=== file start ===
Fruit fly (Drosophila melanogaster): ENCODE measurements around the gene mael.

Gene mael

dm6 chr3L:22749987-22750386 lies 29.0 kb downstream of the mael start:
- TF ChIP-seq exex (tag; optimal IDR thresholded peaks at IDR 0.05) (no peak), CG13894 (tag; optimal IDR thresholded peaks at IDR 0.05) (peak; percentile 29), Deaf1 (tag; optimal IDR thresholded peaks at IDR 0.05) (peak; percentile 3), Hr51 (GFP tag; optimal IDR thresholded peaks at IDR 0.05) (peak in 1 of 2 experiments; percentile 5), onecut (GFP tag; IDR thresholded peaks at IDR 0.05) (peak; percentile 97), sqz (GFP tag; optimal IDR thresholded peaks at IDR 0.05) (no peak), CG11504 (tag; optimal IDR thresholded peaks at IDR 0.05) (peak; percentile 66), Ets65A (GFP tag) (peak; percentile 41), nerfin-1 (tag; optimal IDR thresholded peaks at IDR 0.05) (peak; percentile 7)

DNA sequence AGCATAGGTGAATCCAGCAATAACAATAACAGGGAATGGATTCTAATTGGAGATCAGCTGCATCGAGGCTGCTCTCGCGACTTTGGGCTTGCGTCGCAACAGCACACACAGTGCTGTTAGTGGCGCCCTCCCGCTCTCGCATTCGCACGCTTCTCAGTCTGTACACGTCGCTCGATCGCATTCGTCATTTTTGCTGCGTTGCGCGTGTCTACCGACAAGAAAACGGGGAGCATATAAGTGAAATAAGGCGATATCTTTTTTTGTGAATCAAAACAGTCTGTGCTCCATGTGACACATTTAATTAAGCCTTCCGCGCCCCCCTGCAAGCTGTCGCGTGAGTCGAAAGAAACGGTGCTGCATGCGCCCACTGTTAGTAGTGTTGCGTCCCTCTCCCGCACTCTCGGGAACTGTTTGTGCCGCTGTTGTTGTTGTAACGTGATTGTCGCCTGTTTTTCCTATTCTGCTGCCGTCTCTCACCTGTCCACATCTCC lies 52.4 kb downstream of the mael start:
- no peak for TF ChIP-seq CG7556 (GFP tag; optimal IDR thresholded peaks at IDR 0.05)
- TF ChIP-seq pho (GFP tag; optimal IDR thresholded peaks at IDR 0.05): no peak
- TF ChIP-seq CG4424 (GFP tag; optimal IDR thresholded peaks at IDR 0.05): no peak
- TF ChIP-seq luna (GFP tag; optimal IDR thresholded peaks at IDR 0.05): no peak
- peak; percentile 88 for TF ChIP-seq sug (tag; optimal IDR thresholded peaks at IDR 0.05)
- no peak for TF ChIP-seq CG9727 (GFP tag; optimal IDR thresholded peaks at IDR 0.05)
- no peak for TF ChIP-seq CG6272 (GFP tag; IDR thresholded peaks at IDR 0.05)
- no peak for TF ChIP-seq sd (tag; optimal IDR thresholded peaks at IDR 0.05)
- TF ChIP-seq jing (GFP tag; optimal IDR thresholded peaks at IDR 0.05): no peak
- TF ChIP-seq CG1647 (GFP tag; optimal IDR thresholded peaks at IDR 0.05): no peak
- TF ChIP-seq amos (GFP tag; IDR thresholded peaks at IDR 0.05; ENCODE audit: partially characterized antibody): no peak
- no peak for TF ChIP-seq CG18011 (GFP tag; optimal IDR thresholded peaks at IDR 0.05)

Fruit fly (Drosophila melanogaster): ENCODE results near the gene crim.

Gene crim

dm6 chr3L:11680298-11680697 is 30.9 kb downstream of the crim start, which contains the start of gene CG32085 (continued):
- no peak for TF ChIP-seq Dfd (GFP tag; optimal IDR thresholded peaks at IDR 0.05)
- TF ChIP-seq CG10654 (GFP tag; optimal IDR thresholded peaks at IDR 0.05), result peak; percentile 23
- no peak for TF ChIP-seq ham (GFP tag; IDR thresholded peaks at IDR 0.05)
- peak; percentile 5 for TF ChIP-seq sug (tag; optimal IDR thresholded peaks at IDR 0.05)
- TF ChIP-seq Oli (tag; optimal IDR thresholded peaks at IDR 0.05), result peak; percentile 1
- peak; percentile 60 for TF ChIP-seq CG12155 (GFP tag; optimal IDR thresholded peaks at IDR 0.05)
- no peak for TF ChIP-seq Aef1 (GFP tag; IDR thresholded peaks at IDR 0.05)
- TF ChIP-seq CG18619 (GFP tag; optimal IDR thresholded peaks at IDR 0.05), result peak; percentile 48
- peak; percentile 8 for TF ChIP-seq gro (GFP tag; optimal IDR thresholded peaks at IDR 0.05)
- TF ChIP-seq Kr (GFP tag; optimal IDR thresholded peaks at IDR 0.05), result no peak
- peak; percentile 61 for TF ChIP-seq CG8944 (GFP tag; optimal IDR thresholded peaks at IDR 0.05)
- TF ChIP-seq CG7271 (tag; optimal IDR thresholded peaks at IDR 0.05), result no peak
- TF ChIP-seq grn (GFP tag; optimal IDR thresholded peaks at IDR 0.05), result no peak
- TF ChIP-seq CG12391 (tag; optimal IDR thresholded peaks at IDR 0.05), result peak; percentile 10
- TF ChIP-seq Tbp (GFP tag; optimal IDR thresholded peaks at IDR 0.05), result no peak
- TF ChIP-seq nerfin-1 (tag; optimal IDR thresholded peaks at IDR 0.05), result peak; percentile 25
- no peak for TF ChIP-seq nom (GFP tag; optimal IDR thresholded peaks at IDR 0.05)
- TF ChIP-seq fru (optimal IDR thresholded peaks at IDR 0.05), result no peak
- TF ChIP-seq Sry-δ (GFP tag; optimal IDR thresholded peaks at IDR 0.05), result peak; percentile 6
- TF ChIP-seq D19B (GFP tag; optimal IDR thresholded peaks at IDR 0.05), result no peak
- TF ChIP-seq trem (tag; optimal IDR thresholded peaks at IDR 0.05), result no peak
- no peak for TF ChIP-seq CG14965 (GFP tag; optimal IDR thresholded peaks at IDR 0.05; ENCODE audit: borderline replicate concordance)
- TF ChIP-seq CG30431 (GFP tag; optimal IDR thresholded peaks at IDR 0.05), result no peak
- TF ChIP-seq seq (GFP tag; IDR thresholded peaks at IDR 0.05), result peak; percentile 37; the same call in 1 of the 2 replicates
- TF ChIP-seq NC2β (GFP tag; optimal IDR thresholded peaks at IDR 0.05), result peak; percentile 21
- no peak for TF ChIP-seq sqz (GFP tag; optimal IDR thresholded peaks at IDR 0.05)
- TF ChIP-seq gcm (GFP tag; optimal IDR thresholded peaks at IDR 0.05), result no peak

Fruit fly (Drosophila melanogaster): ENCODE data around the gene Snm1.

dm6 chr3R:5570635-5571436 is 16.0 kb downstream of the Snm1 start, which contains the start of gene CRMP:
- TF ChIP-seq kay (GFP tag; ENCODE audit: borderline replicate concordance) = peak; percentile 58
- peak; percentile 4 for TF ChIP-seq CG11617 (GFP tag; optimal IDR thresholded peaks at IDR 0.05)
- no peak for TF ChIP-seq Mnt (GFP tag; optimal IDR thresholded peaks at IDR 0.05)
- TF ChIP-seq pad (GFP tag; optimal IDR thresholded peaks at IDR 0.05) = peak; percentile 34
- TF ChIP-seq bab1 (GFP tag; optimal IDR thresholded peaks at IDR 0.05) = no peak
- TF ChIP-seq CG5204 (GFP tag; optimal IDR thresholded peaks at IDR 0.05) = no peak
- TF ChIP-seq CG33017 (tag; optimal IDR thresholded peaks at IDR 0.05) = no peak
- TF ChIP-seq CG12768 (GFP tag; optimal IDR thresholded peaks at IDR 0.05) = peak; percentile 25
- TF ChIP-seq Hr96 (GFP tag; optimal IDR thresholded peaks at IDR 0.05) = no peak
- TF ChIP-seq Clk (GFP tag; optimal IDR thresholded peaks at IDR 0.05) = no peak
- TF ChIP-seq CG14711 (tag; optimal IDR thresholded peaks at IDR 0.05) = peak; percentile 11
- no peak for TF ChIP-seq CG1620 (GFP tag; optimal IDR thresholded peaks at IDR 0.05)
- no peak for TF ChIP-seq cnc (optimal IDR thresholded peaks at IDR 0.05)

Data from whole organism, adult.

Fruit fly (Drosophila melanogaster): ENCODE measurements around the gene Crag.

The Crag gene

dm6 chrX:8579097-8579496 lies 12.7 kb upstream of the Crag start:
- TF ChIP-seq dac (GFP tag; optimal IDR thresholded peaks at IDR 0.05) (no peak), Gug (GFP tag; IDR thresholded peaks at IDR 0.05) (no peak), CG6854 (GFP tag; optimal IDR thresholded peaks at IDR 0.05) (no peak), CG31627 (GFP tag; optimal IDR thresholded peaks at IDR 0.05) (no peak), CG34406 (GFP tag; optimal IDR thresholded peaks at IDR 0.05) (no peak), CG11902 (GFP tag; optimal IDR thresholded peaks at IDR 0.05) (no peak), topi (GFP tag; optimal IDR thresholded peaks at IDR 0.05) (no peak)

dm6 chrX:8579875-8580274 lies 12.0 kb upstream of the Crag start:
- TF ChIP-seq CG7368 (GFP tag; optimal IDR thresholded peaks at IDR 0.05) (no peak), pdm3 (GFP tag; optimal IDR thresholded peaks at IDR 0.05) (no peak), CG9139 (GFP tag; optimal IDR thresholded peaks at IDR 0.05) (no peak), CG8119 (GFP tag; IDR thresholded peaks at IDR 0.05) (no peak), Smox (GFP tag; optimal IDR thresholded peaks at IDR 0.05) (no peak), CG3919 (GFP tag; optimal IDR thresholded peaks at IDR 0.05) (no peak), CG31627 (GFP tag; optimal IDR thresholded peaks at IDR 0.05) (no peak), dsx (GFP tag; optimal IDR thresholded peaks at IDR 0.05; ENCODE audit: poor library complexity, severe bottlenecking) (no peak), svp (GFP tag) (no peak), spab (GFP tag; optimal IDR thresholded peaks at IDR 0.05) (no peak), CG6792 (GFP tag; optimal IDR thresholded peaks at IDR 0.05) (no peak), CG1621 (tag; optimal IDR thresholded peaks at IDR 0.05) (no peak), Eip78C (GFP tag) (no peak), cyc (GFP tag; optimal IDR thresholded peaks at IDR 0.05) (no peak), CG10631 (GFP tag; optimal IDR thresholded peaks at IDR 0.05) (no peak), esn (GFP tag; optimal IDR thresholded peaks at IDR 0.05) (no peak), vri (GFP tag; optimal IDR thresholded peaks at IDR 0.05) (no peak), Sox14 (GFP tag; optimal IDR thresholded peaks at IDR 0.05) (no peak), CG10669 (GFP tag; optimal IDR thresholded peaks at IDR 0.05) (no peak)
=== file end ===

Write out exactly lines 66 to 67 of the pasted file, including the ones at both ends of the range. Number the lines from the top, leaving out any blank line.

dm6 chrX:8579097-8579496 lies 12.7 kb upstream of the Crag start:
- TF ChIP-seq dac (GFP tag; optimal IDR thresholded peaks at IDR 0.05) (no peak), Gug (GFP tag; IDR thresholded peaks at IDR 0.05) (no peak), CG6854 (GFP tag; optimal IDR thresholded peaks at IDR 0.05) (no peak), CG31627 (GFP tag; optimal IDR thresholded peaks at IDR 0.05) (no peak), CG34406 (GFP tag; optimal IDR thresholded peaks at IDR 0.05) (no peak), CG11902 (GFP tag; optimal IDR thresholded peaks at IDR 0.05) (no peak), topi (GFP tag; optimal IDR thresholded peaks at IDR 0.05) (no peak)